Athens, Ga. – With the end of the economic recession, the Georgia General Assembly, which adjourned March 20, passed a fiscal year 2015 state budget that includes a spending increase for higher education and salary increases for University System of Georgia faculty and staff.
Not only did higher education see an almost 3 percent funding increase in the new budget-up $56 million to $1.939 billion-but $11.4 million was set aside for merit-based salary increases for University System employees, employee recruitment and retention salary adjustments.
“We are grateful that the General Assembly has addressed the University of Georgia’s most pressing needs during this session,” said President Jere W. Morehead. “Not only in our operating budget and salaries, but also in capital construction, major renovations and other areas, the new budget provides support vitally important to the university’s ability to carry out its mission of teaching, research and service to advance Georgia and Georgians.”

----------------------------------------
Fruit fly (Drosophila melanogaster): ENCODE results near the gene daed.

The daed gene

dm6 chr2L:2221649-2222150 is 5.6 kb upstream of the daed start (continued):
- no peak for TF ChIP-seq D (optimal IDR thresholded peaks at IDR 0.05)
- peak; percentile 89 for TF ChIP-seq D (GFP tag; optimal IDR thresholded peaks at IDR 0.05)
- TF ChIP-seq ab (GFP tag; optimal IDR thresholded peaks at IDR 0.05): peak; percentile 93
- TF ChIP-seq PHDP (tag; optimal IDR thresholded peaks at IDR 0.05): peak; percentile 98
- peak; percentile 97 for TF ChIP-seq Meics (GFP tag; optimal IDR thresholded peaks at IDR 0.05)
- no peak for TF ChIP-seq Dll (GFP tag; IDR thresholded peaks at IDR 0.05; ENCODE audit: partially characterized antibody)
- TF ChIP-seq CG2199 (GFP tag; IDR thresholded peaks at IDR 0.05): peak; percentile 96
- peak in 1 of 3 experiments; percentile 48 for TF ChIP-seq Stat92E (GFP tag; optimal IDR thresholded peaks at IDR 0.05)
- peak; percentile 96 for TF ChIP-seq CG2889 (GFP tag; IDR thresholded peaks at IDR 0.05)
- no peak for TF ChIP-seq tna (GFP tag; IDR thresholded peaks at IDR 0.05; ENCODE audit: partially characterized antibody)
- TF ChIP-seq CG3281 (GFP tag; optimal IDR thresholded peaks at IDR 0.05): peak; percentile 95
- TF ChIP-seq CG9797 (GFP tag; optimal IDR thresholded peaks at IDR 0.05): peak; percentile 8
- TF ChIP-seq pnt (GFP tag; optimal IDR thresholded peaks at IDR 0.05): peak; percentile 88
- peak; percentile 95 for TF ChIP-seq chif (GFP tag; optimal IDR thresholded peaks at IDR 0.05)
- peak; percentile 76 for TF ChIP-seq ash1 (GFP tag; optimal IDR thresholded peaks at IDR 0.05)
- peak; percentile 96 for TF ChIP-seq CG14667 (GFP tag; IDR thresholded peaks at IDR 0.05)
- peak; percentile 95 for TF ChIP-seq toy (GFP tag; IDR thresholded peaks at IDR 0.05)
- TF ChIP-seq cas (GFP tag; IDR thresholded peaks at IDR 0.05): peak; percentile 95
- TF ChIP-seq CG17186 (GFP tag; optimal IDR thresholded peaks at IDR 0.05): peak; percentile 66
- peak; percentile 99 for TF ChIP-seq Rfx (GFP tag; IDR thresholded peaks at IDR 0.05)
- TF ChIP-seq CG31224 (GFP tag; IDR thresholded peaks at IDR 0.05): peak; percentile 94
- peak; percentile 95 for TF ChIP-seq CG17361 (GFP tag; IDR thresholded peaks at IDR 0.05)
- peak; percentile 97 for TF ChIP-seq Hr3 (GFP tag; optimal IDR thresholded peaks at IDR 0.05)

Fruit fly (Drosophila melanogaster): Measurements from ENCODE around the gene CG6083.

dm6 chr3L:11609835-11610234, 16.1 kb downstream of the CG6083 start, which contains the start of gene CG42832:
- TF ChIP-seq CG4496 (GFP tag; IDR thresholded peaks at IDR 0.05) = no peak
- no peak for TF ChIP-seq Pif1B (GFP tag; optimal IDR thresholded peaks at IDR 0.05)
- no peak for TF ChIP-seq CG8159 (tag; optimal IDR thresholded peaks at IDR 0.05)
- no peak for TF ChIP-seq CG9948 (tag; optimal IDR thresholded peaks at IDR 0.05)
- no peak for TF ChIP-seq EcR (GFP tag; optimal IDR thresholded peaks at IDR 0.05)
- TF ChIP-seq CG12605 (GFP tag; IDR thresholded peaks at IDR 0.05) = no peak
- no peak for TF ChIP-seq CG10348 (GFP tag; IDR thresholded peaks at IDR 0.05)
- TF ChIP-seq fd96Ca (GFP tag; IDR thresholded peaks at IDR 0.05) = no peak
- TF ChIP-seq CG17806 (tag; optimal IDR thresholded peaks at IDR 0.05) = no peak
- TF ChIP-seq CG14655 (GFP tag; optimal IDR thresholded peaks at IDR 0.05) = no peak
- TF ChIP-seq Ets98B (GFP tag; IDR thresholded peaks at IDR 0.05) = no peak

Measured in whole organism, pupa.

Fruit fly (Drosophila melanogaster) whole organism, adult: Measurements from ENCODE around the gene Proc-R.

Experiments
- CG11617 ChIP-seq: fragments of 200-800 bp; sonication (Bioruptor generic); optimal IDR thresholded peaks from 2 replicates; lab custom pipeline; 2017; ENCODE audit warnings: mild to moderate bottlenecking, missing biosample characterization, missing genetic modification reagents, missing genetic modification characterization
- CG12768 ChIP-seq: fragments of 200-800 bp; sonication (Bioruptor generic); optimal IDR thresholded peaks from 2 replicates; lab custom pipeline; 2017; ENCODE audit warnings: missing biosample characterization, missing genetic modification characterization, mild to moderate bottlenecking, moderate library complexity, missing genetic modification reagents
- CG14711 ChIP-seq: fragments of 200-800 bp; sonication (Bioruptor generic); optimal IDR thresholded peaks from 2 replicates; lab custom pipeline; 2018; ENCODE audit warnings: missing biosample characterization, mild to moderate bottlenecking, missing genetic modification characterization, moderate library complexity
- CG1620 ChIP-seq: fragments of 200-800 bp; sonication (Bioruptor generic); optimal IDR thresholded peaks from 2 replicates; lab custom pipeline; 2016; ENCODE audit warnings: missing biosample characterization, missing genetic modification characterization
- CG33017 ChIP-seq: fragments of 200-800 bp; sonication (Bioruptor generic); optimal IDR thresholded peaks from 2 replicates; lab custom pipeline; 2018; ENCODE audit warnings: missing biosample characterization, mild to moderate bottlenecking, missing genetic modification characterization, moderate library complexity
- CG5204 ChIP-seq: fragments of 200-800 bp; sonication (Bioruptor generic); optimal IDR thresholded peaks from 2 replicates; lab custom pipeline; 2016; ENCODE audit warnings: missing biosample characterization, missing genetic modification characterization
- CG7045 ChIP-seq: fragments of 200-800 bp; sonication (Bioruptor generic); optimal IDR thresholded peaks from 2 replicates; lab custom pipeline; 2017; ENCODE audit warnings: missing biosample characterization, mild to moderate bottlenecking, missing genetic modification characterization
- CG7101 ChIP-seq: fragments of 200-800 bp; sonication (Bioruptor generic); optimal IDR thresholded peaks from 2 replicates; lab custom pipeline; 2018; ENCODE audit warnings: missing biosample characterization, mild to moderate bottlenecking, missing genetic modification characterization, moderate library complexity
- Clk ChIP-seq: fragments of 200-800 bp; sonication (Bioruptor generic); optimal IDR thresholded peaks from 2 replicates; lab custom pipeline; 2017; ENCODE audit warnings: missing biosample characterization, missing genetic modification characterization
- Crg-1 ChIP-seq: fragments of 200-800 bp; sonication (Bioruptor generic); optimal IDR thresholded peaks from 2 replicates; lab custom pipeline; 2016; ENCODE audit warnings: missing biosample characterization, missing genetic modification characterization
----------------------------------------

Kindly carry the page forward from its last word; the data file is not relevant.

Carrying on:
The budget’s bond package includes:
• $44.7 million to build UGA’s Science Learning Center;
• $7.75 million for the renovation and expansion of UGA’s Baldwin Hall;
• $11.5 million for turfgrass research and education facilities in Athens, Tifton and Griffin;
• $4 million for major repair and renovation for UGA Extension and Agricultural Experiment Station facilities;
• $1.35 million to replace equipment at the Veterinary Medicine Diagnostic Laboratory;
• $300,000 to replace an HVAC system in the Tift Building on the Tifton Campus; and
• $40 million for major repair and renovation system-wide.
The budget includes an additional $2 million in funding to support graduate medical education, bringing the total funding to $5.275 million.
Legislators also passed a bill extending the existing tax exemption on University System property to private partners who operate student housing for public colleges and universities.
A bill that would have allowed optional retirement plan participants a one-time opportunity to opt-in to the Teachers Retirement System of Georgia was tabled in the House and did not receive final approval.
By resolution, the House established a Study Committee on Medical Education, which will have seven members appointed by the House speaker, to examine both undergraduate and graduate medical education, clinical fellowships and other medical education issues.